President Obama is looking for a new first Tweeter to manage his social media presence. It's another sign the party that first embraced online networks is looking to reboot in the face of Republican growth in the virtual world.
Organizing for America -- formerly Obama for America, the grass-roots organization of the president's 2008 campaign that's now part of the Democratic National Committee -- is advertising for a "social networks manager" to maintain Obama's Facebook, MySpace and Twitter accounts. Mia Cambronero, Obama's previous ghost Twitterer, is leaving her post at the end of the month.
The applicant must be able to connect with the president's 7.4 million Facebook fans and 3.3 million Twitter followers through an ability to "craft messages that move people to act."
Alan Rosenblatt, associate director for online advocacy at the liberal Center for American Progress, compared the president's 3.3 million Twitter followers to the 1.4 million monthly visitors to WhiteHouse.gov -- "It would be a waste not to exploit it."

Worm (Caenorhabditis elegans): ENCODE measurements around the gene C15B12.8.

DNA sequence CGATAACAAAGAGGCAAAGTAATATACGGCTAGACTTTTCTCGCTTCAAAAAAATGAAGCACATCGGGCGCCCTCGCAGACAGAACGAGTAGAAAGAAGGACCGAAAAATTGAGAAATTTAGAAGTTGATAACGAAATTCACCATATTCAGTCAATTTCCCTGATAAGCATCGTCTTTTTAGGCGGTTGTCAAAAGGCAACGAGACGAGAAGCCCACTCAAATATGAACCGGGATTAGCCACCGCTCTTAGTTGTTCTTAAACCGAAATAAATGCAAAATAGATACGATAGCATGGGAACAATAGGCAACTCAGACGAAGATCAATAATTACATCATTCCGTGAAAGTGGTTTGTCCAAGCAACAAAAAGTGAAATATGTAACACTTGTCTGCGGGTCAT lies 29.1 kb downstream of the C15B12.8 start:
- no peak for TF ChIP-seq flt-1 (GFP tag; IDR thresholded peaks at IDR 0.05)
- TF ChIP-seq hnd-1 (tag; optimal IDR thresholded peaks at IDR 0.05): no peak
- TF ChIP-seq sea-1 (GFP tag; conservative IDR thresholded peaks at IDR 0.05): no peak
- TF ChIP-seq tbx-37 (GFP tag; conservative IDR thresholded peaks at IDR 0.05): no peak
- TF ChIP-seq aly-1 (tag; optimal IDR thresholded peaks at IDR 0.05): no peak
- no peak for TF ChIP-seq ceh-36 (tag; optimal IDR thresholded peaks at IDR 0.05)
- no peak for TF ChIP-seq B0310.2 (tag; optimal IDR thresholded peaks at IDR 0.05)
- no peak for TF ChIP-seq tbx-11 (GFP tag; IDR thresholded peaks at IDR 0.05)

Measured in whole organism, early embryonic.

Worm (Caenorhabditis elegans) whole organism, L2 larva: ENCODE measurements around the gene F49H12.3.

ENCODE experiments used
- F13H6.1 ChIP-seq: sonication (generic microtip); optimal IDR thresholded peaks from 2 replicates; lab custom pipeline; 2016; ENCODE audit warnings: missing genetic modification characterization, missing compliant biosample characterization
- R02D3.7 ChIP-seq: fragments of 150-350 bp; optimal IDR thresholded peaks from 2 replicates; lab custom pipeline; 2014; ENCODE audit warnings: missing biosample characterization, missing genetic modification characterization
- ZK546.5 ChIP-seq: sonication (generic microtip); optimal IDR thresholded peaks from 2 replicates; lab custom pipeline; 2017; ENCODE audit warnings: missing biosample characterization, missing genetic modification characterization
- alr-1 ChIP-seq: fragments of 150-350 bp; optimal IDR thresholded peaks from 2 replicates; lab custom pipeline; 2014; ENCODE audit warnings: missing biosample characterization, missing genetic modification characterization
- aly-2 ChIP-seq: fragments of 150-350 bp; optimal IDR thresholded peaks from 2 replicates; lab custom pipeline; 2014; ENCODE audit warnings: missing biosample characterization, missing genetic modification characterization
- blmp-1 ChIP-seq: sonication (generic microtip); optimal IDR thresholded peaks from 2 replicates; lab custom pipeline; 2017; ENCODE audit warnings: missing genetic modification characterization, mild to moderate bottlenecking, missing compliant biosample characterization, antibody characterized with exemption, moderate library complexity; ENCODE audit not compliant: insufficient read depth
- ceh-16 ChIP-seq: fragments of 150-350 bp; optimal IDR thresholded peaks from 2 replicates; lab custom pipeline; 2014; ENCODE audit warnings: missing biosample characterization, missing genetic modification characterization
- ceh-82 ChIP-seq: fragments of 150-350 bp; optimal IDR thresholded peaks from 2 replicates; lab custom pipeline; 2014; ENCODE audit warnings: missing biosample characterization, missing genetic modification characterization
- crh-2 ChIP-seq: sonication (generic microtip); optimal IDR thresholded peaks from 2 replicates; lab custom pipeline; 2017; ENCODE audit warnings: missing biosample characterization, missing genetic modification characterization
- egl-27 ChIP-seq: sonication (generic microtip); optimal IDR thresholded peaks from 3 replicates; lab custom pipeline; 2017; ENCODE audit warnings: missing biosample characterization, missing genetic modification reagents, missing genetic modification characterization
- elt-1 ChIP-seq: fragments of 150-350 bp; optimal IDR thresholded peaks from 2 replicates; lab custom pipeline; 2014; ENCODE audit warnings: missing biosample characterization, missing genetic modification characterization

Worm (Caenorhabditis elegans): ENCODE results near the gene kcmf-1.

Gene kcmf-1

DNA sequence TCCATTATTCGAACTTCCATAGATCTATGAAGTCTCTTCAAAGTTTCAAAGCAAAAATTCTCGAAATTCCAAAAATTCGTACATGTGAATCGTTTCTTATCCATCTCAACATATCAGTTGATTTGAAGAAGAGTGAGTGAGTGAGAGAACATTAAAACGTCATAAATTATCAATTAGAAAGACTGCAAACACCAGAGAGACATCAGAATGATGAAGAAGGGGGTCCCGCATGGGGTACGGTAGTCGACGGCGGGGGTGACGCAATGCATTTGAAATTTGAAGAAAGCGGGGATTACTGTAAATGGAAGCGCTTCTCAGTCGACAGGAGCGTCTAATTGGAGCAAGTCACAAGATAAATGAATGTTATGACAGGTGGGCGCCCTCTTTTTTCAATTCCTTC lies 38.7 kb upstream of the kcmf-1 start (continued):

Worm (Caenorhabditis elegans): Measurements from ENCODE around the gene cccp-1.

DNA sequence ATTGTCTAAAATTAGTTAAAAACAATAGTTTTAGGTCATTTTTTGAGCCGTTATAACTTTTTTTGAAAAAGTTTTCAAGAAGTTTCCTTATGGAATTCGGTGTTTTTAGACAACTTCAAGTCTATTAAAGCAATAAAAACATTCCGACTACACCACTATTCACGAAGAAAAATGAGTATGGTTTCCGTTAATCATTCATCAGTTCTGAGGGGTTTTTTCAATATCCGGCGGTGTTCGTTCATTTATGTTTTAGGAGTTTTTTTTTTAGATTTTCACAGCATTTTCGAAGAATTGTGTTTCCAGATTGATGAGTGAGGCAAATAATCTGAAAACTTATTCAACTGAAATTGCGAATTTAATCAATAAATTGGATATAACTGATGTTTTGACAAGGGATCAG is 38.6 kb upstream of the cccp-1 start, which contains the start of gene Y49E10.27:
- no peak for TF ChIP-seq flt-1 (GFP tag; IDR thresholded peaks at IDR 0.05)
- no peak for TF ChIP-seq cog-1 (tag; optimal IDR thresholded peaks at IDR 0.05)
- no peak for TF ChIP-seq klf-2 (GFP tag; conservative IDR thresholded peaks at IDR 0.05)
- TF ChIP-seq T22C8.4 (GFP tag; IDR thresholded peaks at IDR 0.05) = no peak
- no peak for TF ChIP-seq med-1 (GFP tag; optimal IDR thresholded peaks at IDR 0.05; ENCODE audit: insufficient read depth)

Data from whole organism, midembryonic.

Don Bates, professor of public relations at George Washington University, said that the administration has let its focus on social media slip.
"They could avoid them when their favorability numbers were high," Bates said. "They can't avoid them now."
Long-shot Republican Senate candidate Scott Brown triumphed in Massachusetts last month by relying on the same kind of networking that Obama used. When Brown called for an impromptu rally to counter a presidential visit, his team rallied thousands of supporters using Facebook, Twitter and text messages. The Brown flash mob was said to be twice the size of Obama's crowd.
White House communications director Dan Pfeiffer said the administration is touting the increased use of White House blogs and Obama's efforts to speak directly to citizens online.
Republican political consultant and blogger Jon Henke expressed doubts that a new strategy would help Americans to feel as if they were interacting with the president.
"Politicians and political organizations are professionally uninteresting," Henke said.
Girish Gulati, a social media expert and associate professor of government at Bentley University, said the difficulty with using social networking platforms is that audiences begin to view the new lines of communication as mere public relations releases.
"As the younger people who elected him get older, it can definitely be a disappointment to realize that this is how politics works," Gulati said.